NEW YORK — Ken Levien has no plans to hire more people for his real estate project-management company in New York. He says his business has only about 85 percent of the amount of work it can handle because the building industry is still hurting from the recession.
"Things are looking down in the construction business in New York City," he said.
Levien has a lot of company. Many small-business owners aren't hiring or expanding because the outlook for the economy, or their own companies, is uncertain.
That raises the question of whether small businesses will give the economy the boost it needs. Economists say that in past recoveries, small companies were the first to hire. When the economy was improving, they were more nimble than large companies because they didn't have the bureaucracy that can slow the hiring process. Their hiring helped propel the economy.
The economy is growing, but that growth has slowed — and so has the pace of hiring among businesses with fewer than 500 employees. The U.S. economy grew at an annual rate of just 2.2 percent from January through March, according to government figures. That's down from the moderate 3 percent growth during the last three months of 2011.
Levien says his business, Levien & Co., could handle two or three more projects without having to hire more people. The firm handles a variety of commercial-building and renovation projects, but specializes in nonprofits such as museums, health-care facilities, social-service organizations, churches, and synagogues. Clients have included Carnegie Hall.
But "there's not a lot of building going on in New York City," Levien said.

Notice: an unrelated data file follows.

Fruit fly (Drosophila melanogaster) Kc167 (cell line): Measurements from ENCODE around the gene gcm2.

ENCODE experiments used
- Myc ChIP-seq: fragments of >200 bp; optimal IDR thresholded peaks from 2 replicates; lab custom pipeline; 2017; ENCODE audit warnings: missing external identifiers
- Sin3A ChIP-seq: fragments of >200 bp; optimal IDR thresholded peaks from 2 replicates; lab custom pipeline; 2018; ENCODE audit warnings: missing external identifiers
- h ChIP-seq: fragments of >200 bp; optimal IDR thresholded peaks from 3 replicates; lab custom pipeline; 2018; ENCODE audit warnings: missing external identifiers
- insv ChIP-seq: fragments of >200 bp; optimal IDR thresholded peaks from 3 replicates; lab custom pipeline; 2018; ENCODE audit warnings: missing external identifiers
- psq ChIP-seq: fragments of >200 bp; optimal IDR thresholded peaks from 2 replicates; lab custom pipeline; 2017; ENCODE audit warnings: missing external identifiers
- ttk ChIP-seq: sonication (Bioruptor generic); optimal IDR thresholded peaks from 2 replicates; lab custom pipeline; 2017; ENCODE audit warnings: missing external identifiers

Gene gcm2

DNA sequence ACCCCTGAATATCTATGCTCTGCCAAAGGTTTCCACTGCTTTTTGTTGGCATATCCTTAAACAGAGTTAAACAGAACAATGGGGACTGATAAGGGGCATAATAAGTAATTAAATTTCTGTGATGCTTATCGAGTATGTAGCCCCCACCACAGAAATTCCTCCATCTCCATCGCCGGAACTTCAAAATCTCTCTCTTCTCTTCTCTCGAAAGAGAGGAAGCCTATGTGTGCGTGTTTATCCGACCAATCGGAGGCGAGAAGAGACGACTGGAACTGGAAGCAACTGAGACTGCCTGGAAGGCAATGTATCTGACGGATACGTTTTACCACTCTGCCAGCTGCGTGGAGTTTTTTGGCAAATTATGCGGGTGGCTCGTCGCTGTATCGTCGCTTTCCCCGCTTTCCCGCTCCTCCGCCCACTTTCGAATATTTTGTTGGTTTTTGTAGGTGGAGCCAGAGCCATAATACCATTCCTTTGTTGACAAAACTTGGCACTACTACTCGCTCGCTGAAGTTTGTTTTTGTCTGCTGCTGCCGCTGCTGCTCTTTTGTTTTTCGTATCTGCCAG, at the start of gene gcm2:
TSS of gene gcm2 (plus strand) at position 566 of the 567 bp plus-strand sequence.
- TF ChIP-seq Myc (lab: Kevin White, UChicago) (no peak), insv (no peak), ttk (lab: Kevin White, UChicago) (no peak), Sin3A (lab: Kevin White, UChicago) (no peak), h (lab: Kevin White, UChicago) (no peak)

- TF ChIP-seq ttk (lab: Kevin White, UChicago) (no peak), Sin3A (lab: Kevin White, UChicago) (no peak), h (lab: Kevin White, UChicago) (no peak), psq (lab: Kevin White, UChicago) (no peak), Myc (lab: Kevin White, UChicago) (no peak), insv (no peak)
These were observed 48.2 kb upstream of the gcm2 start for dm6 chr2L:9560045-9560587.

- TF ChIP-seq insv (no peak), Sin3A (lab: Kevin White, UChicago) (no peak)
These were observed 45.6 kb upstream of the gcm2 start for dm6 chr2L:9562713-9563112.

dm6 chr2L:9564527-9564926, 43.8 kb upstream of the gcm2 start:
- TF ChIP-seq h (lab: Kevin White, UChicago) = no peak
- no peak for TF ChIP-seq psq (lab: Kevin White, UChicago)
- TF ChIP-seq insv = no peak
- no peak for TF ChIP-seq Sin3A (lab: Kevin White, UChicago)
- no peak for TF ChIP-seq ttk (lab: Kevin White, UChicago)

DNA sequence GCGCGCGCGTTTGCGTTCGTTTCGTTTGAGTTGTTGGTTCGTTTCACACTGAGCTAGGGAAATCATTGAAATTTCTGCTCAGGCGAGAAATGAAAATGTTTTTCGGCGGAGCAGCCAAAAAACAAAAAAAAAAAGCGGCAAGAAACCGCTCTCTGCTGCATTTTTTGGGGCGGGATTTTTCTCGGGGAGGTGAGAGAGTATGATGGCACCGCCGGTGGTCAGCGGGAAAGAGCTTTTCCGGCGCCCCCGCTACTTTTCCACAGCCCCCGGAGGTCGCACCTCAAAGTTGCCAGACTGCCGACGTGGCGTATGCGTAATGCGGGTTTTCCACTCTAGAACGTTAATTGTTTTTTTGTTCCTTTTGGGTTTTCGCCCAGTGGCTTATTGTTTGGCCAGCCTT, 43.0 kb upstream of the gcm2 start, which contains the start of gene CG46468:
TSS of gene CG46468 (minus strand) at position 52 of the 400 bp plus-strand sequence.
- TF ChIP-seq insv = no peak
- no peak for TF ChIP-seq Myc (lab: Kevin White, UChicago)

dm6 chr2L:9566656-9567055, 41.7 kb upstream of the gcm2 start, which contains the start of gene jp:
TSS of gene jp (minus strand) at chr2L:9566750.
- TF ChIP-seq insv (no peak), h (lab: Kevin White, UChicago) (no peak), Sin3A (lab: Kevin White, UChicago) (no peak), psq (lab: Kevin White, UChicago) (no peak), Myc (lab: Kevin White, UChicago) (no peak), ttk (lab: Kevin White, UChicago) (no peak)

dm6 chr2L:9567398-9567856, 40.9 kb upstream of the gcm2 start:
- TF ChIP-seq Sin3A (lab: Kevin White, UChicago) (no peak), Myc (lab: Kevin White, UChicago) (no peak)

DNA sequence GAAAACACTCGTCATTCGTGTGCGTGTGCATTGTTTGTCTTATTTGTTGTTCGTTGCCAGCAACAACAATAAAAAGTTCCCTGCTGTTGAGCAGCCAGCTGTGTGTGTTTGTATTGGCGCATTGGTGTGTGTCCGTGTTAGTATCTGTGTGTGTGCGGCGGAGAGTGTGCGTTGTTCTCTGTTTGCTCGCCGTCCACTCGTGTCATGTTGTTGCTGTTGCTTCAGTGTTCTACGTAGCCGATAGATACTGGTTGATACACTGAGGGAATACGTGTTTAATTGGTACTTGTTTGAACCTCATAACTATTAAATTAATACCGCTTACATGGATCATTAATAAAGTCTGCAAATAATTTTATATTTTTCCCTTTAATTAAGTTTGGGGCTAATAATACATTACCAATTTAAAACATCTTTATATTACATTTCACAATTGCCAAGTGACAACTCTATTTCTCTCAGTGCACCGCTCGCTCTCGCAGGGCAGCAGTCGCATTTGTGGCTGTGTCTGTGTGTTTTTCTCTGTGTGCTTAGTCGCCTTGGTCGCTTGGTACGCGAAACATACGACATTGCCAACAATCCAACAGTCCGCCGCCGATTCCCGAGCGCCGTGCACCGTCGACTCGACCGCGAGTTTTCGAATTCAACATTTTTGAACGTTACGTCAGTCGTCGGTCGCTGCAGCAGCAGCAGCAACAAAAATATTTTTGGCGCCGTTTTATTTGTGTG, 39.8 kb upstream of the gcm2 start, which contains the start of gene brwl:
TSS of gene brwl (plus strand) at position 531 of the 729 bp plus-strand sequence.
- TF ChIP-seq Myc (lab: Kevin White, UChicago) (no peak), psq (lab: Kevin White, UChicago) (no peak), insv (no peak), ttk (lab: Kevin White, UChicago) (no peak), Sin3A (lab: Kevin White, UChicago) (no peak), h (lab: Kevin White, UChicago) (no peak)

His assessment is backed up by numbers from the New York Building Congress, a trade association for the construction industry. In a report issued last week, the group forecast that construction spending in the city would rise 5 percent this year after dropping 3.5 percent in 2011. But spending is expected to fall 13 percent in 2013. Levien notes that a lot of construction money in New York this year is going toward just one project: the rebuilding of the World Trade Center.
Levien said his company's revenue was stable, but it's still down 11 percent from 2008, the best year his company has had. It's up nearly 30 percent from 2009.
Meanwhile, in Las Vegas, Ruth Furman has become very cautious about her public-relations business, Image Words. So she's not hiring and instead is depending on freelance writers, graphic artists, and administrative help.
"I don't feel comfortable with the ebb and flow of my clients' needs," she said.
Las Vegas was one of the hardest-hit parts of the country during the recession — the housing market crashed and casino business dropped off sharply. Many of Furman's clients are in the area. She now gets more short-term projects than she did before the recession, which means her income is less predictable. Last year turned out to be better than expected — revenue was down only slightly from 2010. But she estimates first-quarter revenue this year was down 13 percent from a year earlier.
Small-business owners don't want to take chances because they can see how troubled the national economy is, said Paul Merski, chief economist with the Independent Community Bankers of America, a trade group.
"If you go through the litany of economic data, it is just not giving small businesses the confidence to hire, to expand," he said. "They don't see the future return on that [expansion], or the future cash flow to take on additional debt."
Wells Fargo & Co. knows the trend firsthand. "More people are paying down their lines of credit than are drawing down on them," said Mark Bernstein, head of the bank's small-business division.
The Great Recession is still fresh in the minds of many small-business owners. "Who would expect small-business people not to be a little bit cautious after this experience?" Bernstein asked.